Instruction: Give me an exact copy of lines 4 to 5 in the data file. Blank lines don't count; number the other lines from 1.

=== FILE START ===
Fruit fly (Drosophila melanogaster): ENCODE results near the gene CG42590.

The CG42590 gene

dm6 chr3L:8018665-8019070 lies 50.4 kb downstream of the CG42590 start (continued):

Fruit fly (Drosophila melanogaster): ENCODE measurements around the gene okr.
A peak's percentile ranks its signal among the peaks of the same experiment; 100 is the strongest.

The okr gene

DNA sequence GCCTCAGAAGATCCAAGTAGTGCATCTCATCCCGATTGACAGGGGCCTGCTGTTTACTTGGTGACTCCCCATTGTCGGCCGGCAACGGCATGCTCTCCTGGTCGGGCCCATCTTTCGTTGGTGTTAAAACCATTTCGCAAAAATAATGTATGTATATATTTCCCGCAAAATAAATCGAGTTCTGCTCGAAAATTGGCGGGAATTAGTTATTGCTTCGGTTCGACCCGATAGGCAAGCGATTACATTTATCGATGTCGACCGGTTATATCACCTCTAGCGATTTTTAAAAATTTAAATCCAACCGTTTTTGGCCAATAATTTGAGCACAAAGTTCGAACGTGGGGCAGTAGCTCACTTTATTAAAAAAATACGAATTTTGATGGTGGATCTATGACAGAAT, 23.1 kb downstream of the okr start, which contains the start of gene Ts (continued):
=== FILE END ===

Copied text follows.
Fruit fly (Drosophila melanogaster): ENCODE measurements around the gene okr.
A peak's percentile ranks its signal among the peaks of the same experiment; 100 is the strongest.